Diabetes sufferers warned to look after feet to avoid amputations

People with diabetes need to be proactive in looking after their feet as diabetes related amputations continue to rise to a four year high, Diabetes Ireland has warned.

Stating that a person with diabetes is 22 times more likely to undergo a non-traumatic lower limb amputation than an individual without diabetes, Diabetes Ireland also revealed that 63% of lower limb amputations are diabetes related, while 2,628 people with diabetes were hospitalised for foot ulcer treatment or limb loss in 2017.

Diabetes Ireland is now warning adults of all ages who have diabetes for more than five years, to ensure they have a full and proper foot assessment with a podiatrist or other appropriate healthcare professional, at least once a year.

People with diabetes have special reason to take good care of their feet. Long term high blood glucose levels may make feet susceptible to injury and infection. This is because the protective sensation in the toes or feet, the 'pain alarm system', may slowly disappear due to long term exposure to high blood glucose levels.

Recent data, obtained by Roisin Shortall TD, noted that 547 people with diabetes underwent a lower limb amputation in 2017, accounting for 63% of total amputation procedures carried out in the year. This is the highest number of diabetes related lower limb amputations carried out in a calendar year over the past four years. A further 2,081 people with diabetes were also hospitalised, requiring foot ulceration treatment, spending on average 10 days in hospital for treatment in 2017.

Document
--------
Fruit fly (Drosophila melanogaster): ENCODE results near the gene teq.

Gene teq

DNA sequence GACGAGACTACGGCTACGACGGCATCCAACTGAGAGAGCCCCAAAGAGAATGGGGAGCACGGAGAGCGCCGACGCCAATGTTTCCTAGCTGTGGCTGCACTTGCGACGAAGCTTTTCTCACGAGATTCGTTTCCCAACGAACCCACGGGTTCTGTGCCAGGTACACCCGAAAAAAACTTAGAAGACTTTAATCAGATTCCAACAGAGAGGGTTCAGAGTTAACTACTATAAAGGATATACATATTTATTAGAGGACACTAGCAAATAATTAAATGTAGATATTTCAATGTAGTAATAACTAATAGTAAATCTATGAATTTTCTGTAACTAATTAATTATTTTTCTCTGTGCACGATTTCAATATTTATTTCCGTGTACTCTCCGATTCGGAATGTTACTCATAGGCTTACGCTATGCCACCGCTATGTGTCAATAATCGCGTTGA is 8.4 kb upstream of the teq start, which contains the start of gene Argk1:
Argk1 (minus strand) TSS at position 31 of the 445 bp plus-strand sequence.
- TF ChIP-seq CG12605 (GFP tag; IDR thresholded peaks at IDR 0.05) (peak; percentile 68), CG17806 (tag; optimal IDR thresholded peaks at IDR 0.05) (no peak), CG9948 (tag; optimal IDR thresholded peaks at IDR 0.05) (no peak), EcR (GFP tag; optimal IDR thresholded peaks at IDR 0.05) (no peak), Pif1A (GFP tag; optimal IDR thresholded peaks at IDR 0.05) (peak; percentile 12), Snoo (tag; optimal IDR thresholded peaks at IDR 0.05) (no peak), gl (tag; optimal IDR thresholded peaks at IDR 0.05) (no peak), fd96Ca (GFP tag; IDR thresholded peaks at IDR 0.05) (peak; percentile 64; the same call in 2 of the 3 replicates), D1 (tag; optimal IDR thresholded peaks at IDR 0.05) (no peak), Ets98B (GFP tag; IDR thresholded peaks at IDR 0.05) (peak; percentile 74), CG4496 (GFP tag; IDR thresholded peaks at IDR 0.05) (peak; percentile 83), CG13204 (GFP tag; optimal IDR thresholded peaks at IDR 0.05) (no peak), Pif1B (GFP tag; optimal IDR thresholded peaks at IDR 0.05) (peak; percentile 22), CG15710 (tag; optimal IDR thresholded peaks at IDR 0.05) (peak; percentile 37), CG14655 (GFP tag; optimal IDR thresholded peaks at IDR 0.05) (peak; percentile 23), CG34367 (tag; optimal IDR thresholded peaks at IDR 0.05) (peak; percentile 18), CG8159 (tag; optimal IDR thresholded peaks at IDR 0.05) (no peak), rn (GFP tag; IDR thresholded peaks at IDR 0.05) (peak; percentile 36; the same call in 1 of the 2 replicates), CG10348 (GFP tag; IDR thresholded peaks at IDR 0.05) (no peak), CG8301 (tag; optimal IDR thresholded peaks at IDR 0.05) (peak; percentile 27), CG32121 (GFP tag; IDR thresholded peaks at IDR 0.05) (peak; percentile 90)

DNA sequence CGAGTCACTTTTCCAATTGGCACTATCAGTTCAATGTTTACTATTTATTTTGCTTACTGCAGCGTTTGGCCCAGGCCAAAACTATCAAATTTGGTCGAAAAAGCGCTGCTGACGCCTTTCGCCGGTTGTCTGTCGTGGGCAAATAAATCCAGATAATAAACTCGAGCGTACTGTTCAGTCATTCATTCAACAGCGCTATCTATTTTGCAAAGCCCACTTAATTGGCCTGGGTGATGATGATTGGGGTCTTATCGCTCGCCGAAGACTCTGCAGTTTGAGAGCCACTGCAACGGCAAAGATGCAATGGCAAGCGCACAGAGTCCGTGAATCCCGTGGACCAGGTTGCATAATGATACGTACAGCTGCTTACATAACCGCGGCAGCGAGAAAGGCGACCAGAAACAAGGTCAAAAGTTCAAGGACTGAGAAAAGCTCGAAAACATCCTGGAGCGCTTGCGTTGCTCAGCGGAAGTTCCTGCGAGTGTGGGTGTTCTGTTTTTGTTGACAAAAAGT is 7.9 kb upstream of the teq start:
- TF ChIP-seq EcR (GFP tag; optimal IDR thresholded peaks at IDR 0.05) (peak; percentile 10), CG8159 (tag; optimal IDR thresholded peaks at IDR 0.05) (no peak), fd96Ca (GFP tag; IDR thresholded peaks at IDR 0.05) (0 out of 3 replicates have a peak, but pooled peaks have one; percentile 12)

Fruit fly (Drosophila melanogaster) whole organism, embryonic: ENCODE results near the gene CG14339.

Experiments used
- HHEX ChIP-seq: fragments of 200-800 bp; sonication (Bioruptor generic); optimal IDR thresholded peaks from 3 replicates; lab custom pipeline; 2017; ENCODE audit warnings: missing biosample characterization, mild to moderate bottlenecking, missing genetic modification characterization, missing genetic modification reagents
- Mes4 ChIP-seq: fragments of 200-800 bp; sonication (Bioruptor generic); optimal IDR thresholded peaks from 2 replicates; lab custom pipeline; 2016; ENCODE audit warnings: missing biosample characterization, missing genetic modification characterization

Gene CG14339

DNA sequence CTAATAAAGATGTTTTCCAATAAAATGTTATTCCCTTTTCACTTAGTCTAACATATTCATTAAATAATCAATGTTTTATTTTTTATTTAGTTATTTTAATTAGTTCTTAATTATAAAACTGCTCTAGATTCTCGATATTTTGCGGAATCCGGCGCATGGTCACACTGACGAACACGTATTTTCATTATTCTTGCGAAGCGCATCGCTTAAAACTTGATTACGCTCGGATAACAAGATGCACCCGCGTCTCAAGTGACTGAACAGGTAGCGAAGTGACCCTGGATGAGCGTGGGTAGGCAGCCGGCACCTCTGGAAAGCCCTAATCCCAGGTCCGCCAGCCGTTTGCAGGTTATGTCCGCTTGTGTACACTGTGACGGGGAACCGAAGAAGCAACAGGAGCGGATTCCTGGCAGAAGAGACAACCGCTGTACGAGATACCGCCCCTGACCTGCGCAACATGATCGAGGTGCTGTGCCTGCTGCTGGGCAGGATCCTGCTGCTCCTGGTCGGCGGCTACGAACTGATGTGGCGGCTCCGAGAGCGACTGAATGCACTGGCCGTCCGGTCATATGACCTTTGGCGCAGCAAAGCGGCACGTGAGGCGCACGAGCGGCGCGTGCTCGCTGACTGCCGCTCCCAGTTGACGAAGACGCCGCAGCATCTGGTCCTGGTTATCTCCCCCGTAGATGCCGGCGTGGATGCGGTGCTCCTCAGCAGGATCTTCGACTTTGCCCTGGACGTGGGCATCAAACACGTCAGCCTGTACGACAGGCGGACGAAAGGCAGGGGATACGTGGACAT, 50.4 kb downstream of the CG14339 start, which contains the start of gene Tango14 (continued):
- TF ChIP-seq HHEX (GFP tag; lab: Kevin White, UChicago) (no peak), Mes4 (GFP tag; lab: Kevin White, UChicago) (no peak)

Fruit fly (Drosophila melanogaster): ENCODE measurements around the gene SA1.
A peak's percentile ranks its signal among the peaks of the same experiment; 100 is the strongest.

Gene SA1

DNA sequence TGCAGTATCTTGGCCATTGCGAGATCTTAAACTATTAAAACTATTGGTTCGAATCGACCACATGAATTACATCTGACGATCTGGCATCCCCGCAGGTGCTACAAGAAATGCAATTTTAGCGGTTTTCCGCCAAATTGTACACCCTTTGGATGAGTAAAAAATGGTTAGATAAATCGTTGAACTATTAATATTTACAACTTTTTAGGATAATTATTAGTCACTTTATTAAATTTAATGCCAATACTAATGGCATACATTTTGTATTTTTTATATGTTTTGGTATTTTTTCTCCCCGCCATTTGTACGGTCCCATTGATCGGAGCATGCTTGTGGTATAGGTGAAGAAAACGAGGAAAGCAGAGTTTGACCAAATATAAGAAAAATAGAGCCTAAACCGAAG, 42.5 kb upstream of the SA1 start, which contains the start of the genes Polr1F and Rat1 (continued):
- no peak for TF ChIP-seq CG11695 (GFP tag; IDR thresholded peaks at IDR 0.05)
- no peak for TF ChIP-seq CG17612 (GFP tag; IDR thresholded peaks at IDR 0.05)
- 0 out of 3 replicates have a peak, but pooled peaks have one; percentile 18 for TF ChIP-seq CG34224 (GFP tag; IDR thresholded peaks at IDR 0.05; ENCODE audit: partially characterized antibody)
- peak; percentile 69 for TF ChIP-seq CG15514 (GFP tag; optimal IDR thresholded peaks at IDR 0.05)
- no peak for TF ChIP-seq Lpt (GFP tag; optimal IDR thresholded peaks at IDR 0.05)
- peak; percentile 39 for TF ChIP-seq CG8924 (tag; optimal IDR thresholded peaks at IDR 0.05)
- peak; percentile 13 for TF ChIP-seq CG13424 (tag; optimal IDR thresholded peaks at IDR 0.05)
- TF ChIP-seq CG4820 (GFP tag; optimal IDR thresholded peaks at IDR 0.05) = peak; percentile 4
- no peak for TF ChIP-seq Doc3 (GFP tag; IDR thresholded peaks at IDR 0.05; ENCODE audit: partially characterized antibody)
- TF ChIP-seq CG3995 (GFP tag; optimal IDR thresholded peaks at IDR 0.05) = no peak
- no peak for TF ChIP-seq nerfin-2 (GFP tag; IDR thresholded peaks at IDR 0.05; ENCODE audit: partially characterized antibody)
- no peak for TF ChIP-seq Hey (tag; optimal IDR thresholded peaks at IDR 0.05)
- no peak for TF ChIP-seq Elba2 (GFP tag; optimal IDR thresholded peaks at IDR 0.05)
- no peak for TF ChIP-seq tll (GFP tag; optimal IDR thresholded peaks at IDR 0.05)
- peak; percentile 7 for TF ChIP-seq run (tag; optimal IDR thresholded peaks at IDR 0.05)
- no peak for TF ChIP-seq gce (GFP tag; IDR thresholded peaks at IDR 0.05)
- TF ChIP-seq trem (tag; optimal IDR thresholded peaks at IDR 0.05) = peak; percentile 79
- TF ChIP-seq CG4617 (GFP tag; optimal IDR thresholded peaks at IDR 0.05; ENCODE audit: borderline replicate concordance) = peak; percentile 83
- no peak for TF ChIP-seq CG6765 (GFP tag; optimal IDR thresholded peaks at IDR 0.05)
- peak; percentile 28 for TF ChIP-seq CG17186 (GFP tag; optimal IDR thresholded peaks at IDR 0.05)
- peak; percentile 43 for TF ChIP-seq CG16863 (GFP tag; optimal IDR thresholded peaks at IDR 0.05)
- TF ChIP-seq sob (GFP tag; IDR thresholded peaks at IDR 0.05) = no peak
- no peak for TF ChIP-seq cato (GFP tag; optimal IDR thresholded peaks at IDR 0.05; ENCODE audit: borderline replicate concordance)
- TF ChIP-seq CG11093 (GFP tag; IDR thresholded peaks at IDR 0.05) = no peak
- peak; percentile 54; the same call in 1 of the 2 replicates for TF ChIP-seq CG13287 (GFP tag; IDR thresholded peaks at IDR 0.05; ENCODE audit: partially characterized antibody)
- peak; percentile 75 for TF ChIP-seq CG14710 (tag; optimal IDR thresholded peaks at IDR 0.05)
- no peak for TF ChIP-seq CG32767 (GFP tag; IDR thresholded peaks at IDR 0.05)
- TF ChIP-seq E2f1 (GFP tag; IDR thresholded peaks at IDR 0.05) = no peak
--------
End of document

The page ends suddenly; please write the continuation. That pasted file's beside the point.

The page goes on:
With numbers so high, Diabetes Ireland is now urging people with diabetes to be proactive in having an annual foot assessment which will identify any problems and allow treatment to be undertaken early, thus preventing more serious problems. People are recommended to examine their feet daily and be on the lookout for small cuts, changes in skin colour and temperature, red areas and swelling.

They are also advised to check they have continuing sensation in their feet and to be alert to signs such as prickly pain in the feet, numbness and peculiar sensations such as a feeling of walking on cotton or of wearing tight socks. This is important as without a pain alarm system, injuries and poor fitting shoes may go unnoticed.

Diabetes Ireland now has over 3,500 clients attending their preventative footcare services in Dublin and Cork. These services were set up to provide people with access to a high quality podiatry service offering a full diabetic foot screen and assessment; foot and nail care treatment and education plus callus and corn removal where necessary. A footwear assessment is also carried out, with professional shoe fitting and a choice of footwear (shoes and socks ) available at extremely competitive prices.

To book an appointment, ring 01 8428118 or 021 4274229. Further information on how best to look after your feet is available free online at https://www.diabetes.ie/living-with-diabetes/living-with-type-2/managing-diabetes/footcare/

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